When I look at photographs of myself from my childhood, I always expect
to get a warmer feeling then I actually do. What I get instead is best
described as mournful or better still as wounding. A strange relationship
exists between me and these images I keep around, pictures to document
every stage of my life, pictures I am supposed to keep so I can look
back and rekindle the memories. However I find that the further back
these pictures reach the less they actually have to do with the memories.
These once specific memories become evermore nebulous and what remains
is an emotional sense, it seems to be a similar emotional sense, which
I detect in other peoples photographs.
The more I examine photographs in general; I find them to contain this mournful emotionality which only makes sense because after all these images do represent, very simply, “ that which has been”. These images stick with me, and us as a culture, as reminders of the passage of time, and consequently my own and our mortality. Here incidentally appears to be a fundamental difference between photography and other modes of image making, a photograph is often the representation of a slice of time, while other constructed images are often an expression of a longer duration of time. Which interestingly enough appears to reverse itself given enough distance, the time expressed in these other images (painting for example) appears much smaller then the time now being expressed by an older photograph of that moment long ago which” has been “. The strange thing about photographic images is that most eventually become unattached and join the large group of anonymous images that float around in our culture which amount to the detritus of our “selected” visually written record. They become emotional echoes of our mortality.
When my childhood images eventually run out of hand me downs and join the other anonymous pictures of our culture I want them to be seen as the absence of me, as if I was never there, as the possibly of an escape of the sorrow inherent in the image. And of course the inescapably irony that images constructed for what is essentially a shot at immortality, are achieved by removing oneself.
This installment of photographic images is inspired by Stalinist era chicanery. Where the idea of ruthlessly editing the photographic visual narrative probably began as a method for the control of influence. I, with an updated technique, similarly painstakingly sanitize each one of these childhood pictures by editing the most personal, out. I wish to create an altered visual narrative, which ultimately ends by raising more questions about the old one. With these new re-written images are intentions of engaging the viewer in dialogs about repression as a means of control, mortality, anonymity and the interesting possibilities of historical revisionism.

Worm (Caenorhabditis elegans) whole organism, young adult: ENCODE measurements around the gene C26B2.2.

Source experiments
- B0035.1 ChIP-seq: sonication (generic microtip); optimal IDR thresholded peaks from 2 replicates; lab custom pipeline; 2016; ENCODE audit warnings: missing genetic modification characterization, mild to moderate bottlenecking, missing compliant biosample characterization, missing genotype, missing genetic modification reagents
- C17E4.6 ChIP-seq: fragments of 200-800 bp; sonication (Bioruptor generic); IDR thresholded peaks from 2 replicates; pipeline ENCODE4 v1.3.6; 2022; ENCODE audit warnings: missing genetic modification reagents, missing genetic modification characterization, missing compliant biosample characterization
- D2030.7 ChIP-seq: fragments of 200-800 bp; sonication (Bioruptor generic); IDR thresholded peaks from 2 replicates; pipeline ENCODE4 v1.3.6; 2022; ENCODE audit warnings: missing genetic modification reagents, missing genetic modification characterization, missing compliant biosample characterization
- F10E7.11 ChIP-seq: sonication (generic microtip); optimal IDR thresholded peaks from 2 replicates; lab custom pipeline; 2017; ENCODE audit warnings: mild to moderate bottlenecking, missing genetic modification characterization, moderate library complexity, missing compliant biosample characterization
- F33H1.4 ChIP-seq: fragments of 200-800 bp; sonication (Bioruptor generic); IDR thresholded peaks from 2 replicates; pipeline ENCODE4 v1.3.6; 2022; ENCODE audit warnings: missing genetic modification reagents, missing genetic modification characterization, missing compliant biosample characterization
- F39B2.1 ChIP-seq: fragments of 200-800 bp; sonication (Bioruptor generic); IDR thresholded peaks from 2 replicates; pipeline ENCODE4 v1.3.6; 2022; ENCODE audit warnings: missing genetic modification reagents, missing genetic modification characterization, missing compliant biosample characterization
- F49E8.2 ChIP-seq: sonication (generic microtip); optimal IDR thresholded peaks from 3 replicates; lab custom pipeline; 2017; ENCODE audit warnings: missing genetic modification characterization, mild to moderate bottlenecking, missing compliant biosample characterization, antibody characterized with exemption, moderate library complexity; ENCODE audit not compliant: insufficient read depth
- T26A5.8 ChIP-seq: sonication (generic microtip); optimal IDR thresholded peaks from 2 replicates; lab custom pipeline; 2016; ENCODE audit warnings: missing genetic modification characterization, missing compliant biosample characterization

About 99 days and one dark night… I thought this group of drawings would contrast nicely with the other images. The title is a play on the old prison sentence “ninety-nine years and one dark night” which meant that the offender was condemned to die in prison and remain there one extra day after his death, this, I am assuming, is an attempt to imprison the soul. These drawings, which might be seen as an attempt to capture the soul, were done in 99 consecutive days in what becamea most torturous ritual.
Language from Justin Lieberman
In his now legendary compendium of Stalin-era Soviet photography, David King reveals the ideological origins of Photoshop. Photographs are shown in various stages of alteration by Kremlin airbrushers and retouchers usually involving the removal of more and more people as they are deemed enemies of the state. Contemporary usage of photographic retouching is certainly more subtle in its approach (owing to improvements in technology) but upon close examination, no less sinister in it's motives. The Victoria's Secret catalog, a contemporary bible for retouchers, is reviled in feminist circles for the impossible physical ideals to which it holds the female body. Photographic retouching lies at the very heart of the Spectacle, presenting a mediated experience of the world that quickly eclipses real, lived, everyday experience. Much contemporary art attempts to take on the attributes that are so prevalent in the simulated world of advertising, often to ironic or humorous ends. While this irony can be an effective strategy in combating hypocrisy, ultimately it refers back to the Spectacle as central, filling more and more space with its artifice.
In contrast to this resistance through complicity, Ain Cocke's project is a solitary and meditative one. Taking photographs from his childhood as a starting point Ain has meticulously eliminated any evidence of himself as a child, so as to create the illusion that he was never there in the first place. So we are confronted with a mystery. Who made the images? In a combination of time travel, identity theft, selective memory, and historical revisionism, a tabula rasa is arrived at from which all things are possible.